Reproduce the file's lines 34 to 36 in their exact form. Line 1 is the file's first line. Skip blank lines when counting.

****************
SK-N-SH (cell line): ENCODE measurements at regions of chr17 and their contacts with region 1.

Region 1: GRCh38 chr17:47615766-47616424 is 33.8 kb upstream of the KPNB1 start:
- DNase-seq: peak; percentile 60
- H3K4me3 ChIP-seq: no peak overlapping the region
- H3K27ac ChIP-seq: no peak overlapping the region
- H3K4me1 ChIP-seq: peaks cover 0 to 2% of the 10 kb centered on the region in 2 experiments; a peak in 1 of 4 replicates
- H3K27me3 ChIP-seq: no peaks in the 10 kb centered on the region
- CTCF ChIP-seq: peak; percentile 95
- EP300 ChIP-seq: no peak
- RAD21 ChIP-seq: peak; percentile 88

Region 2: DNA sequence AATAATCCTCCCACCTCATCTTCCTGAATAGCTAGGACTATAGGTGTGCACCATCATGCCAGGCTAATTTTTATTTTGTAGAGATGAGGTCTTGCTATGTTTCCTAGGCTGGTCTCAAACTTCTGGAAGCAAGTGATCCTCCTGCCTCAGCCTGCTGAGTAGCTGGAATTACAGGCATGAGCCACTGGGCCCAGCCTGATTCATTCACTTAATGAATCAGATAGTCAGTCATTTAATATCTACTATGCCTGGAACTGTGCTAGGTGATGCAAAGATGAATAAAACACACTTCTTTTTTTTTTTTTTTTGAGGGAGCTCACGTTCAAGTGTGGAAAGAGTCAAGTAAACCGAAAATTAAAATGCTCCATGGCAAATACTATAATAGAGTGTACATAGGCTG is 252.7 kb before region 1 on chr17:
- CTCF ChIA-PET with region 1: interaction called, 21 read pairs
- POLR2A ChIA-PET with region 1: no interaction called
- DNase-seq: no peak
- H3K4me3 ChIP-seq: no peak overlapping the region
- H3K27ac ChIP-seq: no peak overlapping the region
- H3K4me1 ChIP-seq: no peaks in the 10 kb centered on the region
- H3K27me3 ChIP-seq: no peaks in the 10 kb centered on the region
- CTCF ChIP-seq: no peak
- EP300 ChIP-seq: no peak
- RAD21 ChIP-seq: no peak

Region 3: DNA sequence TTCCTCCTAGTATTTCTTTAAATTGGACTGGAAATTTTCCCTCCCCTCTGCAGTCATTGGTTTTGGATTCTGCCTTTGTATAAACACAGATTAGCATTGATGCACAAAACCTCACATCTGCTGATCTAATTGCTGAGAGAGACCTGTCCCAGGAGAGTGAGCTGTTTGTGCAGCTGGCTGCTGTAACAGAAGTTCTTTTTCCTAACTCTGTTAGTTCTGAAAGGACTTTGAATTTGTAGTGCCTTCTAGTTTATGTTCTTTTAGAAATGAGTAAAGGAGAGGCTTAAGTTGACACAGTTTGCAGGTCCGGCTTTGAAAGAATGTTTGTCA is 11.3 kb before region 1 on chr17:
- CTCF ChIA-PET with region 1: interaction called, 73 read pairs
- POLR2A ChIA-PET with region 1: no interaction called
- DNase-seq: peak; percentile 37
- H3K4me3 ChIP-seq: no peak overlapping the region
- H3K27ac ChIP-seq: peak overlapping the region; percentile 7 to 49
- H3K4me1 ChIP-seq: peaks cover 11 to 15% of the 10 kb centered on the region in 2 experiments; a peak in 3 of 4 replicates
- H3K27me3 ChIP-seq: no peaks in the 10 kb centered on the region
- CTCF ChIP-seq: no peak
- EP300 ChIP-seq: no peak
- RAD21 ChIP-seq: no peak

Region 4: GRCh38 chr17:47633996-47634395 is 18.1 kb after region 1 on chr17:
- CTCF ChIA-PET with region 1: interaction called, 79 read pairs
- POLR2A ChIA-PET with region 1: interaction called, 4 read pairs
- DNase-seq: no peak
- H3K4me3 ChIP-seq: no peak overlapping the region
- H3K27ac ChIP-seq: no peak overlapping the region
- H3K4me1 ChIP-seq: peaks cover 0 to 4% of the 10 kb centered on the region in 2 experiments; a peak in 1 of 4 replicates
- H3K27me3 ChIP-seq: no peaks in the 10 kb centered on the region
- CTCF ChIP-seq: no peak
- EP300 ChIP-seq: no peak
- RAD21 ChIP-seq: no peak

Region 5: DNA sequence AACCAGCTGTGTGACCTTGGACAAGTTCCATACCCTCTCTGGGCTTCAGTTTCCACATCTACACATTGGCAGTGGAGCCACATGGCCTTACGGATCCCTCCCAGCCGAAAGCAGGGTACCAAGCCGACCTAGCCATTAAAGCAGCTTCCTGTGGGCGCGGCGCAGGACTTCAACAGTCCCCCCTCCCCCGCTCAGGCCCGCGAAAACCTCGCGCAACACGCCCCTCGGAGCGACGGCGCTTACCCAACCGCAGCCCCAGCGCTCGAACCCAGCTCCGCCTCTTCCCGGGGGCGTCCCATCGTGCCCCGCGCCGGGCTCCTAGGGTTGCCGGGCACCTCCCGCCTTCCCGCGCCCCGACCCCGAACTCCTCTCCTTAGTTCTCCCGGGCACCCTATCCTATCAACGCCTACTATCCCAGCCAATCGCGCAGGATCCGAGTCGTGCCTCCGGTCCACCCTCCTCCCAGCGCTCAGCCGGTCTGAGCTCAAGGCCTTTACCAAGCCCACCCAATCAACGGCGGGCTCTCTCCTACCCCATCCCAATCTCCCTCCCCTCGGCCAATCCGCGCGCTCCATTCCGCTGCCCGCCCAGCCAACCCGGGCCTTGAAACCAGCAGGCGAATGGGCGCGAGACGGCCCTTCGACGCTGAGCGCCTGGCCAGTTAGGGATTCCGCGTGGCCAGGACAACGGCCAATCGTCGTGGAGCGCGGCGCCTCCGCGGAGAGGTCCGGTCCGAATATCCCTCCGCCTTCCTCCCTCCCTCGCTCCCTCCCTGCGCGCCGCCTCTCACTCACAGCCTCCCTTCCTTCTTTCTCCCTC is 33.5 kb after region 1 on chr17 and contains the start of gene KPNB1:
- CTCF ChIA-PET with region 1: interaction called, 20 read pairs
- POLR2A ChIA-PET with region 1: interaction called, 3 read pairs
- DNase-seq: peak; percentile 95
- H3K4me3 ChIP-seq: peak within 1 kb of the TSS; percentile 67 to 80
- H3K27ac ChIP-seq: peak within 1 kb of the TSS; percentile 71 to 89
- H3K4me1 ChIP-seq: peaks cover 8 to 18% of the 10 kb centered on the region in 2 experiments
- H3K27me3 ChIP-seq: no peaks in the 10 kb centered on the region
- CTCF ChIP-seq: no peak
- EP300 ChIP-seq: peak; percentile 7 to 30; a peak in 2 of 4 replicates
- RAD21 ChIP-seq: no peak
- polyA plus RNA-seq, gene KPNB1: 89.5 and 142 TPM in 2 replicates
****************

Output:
- CTCF ChIA-PET with region 1: interaction called, 79 read pairs
- POLR2A ChIA-PET with region 1: interaction called, 4 read pairs
- DNase-seq: no peak